Enrolment survey

On 21 June 2021, a total of 59 participants, of whom 51% were men, had completed the enrolment survey. The enrolment survey was completed an average of 4.5 months (SD = 1.4) after receiving a positive COVID-19 test result. Approximately 50% of participants had returned to work, 42% were retired and 7% had not been able to return to work. All participants had recovered from the acute phase of COVID-19 and were living in the community at the time of the study (Table 1). 

Table 1. Characteristics of participants at enrolment and one-month follow-up
Characteristic Overall percentage
Percentage yes:
COVID-19 symptoms
Percentage yes:
Difficulty doing
pre-COVID-19 activities
Enrolment (n = 59) One-month follow‑up
(n = 52)
Enrolment (n = 52)* One-month follow-up (n = 52) Enrolment
(n = 52)*
One-month follow-up
(n = 52)
Age in years      
25–49 23% 22% 24% 18% 29% 29%
50–70 53% 52% 49% 50% 43% 35%
≥71 25% 26% 27% 32% 29% 35%
Male 51% 50% 50% 50% 50% 59%
Female 49% 50% 50% 50% 50% 41%
Highest education      
Secondary 24% 25% 29% 27% 36% 41%
Tertiary 76% 75% 71% 73% 64% 59%
Employment status       
Employed 56% 54% 45% 50% 45% 53%
Retired 42% 44% 53% 50% 55% 47%
Unemployed/Not stated 2% 2% 3% 0% 0% 0%
Taking medication       
Yes 76% 76% 78% 90% 86% 94%
No 24% 24% 22% 10% 14% 6%
Other self-reported comorbidities      
0 54% 56% 45% 36% 45% 35%
1 29% 29% 34% 32% 27% 29%
≥2 17% 15% 21% 32% 27% 35%
Weeks since COVID-19 diagnosis      
<12 weeks 7% 6% 8% 5% 9% 6%
≥12 weeks 93% 94% 92% 95% 91% 94%
Ever hospitalised because of COVID-19
Yes 12% 17% 29% 25% 35%
No 88% 83% 71% 75% 65%
Total 100% 100% 73% 42% 43% 35%
*Includes participants who completed both enrolment and one-month follow-up

Of the 59 participants who answered the enrolment survey, 46% had one or more comorbidities other than COVID-19 including cardiovascular illness (20%), cancer (12%) mental illness (9%), diabetes (7%) and stroke (5%). In addition, 76% of participants were taking medications, resulting in a total of 140 medications that were grouped into the following categories: 11% cholesterol-lowering medications, 8% angiotensin converting enzyme (ACE) inhibitors/angiotensin II receptor blockers (ARBs), 8% antidepressants, 7% cardiovascular agents, 7% anticoagulants, 4% pain medications, 2% respiratory medications and 1% immunosuppressants. An additional 20% of the medications were supplements and 30% were other types of medications. Thirty-two per cent of participants reported seeking medical treatment for physical conditions that were not present prior to their COVID-19 diagnosis, while 14% of participants had sought treatment for mental health conditions.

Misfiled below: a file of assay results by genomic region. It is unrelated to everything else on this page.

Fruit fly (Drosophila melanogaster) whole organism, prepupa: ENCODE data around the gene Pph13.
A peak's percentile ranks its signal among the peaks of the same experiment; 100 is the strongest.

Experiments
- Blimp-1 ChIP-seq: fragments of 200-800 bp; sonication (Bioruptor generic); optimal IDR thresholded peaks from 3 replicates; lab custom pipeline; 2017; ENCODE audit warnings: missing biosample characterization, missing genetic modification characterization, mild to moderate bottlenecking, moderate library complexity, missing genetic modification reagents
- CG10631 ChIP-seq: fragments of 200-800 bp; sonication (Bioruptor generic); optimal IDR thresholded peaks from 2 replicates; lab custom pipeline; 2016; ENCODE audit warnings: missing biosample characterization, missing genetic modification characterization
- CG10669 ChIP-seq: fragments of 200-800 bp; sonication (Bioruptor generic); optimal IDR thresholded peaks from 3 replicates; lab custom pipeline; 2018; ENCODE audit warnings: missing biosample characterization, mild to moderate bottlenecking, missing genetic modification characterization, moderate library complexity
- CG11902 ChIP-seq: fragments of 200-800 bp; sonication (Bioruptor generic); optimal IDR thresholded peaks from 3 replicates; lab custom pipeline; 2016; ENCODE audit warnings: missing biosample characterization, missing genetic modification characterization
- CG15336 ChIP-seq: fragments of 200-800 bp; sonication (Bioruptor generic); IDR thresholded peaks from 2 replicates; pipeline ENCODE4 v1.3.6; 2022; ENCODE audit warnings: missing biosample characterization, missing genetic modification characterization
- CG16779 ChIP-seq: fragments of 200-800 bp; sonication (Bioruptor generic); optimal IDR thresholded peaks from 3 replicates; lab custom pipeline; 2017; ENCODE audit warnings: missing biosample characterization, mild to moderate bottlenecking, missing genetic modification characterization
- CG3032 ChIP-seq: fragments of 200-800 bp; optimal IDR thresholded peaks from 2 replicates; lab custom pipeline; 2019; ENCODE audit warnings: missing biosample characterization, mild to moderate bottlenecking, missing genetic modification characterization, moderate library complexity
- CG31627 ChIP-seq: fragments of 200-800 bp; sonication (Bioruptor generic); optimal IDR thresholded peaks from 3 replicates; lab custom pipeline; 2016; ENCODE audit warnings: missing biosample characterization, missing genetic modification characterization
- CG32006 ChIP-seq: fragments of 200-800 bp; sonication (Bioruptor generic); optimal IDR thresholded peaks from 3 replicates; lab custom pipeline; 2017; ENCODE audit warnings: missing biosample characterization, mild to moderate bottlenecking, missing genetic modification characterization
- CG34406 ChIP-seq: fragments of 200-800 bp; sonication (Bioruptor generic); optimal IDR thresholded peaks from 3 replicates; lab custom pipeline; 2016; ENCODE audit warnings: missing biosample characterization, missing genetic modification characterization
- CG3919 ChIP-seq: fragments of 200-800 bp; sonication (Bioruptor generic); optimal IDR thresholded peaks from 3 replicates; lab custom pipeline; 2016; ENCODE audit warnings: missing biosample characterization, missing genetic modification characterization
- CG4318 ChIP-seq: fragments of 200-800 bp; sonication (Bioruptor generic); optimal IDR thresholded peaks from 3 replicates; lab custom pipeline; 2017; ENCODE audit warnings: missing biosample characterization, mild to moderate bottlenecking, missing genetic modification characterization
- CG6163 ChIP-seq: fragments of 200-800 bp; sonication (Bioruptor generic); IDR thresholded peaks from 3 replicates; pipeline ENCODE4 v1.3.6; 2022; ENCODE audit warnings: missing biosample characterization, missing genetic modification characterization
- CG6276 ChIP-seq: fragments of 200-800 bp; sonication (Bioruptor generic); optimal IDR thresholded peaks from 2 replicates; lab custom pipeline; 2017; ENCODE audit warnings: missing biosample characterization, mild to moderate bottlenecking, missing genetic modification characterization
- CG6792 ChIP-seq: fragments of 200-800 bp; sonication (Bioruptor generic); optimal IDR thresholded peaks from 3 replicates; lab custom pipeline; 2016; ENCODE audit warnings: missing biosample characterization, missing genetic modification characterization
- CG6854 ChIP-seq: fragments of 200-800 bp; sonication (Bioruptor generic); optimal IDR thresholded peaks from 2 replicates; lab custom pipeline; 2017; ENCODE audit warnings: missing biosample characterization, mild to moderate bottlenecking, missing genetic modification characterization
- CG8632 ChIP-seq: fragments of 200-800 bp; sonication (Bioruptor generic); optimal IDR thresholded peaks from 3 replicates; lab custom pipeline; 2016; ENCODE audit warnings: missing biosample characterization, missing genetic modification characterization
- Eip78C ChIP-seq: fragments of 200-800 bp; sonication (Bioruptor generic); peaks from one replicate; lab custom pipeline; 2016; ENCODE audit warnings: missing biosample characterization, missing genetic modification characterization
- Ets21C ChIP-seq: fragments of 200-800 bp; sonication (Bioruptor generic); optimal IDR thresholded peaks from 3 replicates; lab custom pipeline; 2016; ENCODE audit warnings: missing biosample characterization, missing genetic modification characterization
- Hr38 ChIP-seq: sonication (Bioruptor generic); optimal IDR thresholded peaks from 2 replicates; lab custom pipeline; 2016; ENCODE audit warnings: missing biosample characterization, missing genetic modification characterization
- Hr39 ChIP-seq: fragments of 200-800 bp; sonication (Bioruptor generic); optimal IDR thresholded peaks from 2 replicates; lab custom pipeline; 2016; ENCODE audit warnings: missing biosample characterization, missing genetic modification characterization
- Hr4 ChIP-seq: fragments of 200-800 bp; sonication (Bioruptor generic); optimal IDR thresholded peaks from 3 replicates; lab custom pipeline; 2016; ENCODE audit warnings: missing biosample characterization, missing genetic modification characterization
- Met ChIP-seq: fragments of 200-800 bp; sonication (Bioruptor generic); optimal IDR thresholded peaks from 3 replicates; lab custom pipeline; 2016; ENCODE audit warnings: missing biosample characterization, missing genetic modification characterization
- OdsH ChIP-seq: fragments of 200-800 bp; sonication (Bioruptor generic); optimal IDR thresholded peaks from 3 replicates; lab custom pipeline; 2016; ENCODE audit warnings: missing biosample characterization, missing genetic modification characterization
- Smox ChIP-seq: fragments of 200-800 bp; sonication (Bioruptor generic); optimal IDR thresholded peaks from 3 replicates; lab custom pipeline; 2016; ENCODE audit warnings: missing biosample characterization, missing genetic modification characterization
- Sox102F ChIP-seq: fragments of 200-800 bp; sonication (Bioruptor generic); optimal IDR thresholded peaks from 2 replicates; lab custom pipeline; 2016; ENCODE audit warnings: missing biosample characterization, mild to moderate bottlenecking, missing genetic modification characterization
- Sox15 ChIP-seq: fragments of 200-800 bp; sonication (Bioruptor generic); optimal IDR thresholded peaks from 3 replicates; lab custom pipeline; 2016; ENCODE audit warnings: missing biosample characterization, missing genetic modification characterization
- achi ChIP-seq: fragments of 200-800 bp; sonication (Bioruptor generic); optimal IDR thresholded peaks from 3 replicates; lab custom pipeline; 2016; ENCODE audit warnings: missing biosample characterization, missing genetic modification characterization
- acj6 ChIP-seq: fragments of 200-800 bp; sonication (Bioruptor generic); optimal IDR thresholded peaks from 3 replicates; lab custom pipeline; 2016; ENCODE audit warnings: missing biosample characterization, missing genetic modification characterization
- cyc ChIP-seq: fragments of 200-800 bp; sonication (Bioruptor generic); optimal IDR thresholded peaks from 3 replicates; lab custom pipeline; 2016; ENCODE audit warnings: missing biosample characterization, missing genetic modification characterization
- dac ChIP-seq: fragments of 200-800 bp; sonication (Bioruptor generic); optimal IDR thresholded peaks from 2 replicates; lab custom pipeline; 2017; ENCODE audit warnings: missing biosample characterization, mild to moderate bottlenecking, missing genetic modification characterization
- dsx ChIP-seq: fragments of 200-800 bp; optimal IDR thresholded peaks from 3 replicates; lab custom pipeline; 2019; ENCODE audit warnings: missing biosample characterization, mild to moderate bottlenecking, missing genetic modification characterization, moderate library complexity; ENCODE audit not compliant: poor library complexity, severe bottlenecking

Currently experienced symptoms were reported by 73% of the participants, with a median number of two symptoms per participant (range = 0–20 symptoms). The most common symptoms were fatigue (59%), musculoskeletal pain (31%), arm or leg weakness (22%), loss of appetite (22%) and shortness of breath (22%). Gastrointestinal symptoms such as nausea and vomiting (7%) and diarrhoea (5%) were reported by a small number of patients (Table 2). Participants (45%) also reported difficulty carrying out activities that they were able to do before having COVID-19. Of these participants, 65% attributed this difficulty to lack of energy, 50% to shortness of breath, 39% to arm or leg weakness, 31% to lack of motivation, 15% to chest pain, 15% to dizziness and 12% to other types of pain. Males reported more symptoms (median = 4) than females (median = 1), as indicated by the Wilcoxon test (P = 0.0344; Figure 1). A Kruskal–Wallis test showed no significant association between age group and number of symptoms (P = 0.9419; Figure 1). 


Table 2. Percentage distribution of COVID-19 symptoms reported at enrolment and one-month follow-up
  All enrolled participants Participants who completed both